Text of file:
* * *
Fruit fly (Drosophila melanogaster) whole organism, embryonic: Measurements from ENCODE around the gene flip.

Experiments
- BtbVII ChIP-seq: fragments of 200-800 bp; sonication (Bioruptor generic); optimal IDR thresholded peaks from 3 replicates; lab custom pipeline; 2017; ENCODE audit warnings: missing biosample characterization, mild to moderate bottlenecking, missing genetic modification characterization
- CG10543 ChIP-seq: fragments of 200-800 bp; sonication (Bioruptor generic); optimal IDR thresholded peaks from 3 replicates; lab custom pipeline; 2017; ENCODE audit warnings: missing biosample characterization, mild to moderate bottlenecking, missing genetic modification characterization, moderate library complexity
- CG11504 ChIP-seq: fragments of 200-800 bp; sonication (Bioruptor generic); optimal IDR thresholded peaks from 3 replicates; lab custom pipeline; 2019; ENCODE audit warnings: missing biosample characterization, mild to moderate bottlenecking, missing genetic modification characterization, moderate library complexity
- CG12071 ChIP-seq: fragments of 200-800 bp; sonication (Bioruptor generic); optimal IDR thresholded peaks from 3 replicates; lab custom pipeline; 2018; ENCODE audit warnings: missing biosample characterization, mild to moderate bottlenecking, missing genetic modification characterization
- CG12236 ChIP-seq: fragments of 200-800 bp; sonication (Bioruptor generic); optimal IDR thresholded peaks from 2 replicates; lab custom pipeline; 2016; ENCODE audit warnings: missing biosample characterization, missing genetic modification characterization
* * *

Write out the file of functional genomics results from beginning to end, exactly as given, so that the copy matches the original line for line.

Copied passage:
Fruit fly (Drosophila melanogaster) whole organism, embryonic: Measurements from ENCODE around the gene flip.

Experiments
- BtbVII ChIP-seq: fragments of 200-800 bp; sonication (Bioruptor generic); optimal IDR thresholded peaks from 3 replicates; lab custom pipeline; 2017; ENCODE audit warnings: missing biosample characterization, mild to moderate bottlenecking, missing genetic modification characterization
- CG10543 ChIP-seq: fragments of 200-800 bp; sonication (Bioruptor generic); optimal IDR thresholded peaks from 3 replicates; lab custom pipeline; 2017; ENCODE audit warnings: missing biosample characterization, mild to moderate bottlenecking, missing genetic modification characterization, moderate library complexity
- CG11504 ChIP-seq: fragments of 200-800 bp; sonication (Bioruptor generic); optimal IDR thresholded peaks from 3 replicates; lab custom pipeline; 2019; ENCODE audit warnings: missing biosample characterization, mild to moderate bottlenecking, missing genetic modification characterization, moderate library complexity
- CG12071 ChIP-seq: fragments of 200-800 bp; sonication (Bioruptor generic); optimal IDR thresholded peaks from 3 replicates; lab custom pipeline; 2018; ENCODE audit warnings: missing biosample characterization, mild to moderate bottlenecking, missing genetic modification characterization
- CG12236 ChIP-seq: fragments of 200-800 bp; sonication (Bioruptor generic); optimal IDR thresholded peaks from 2 replicates; lab custom pipeline; 2016; ENCODE audit warnings: missing biosample characterization, missing genetic modification characterization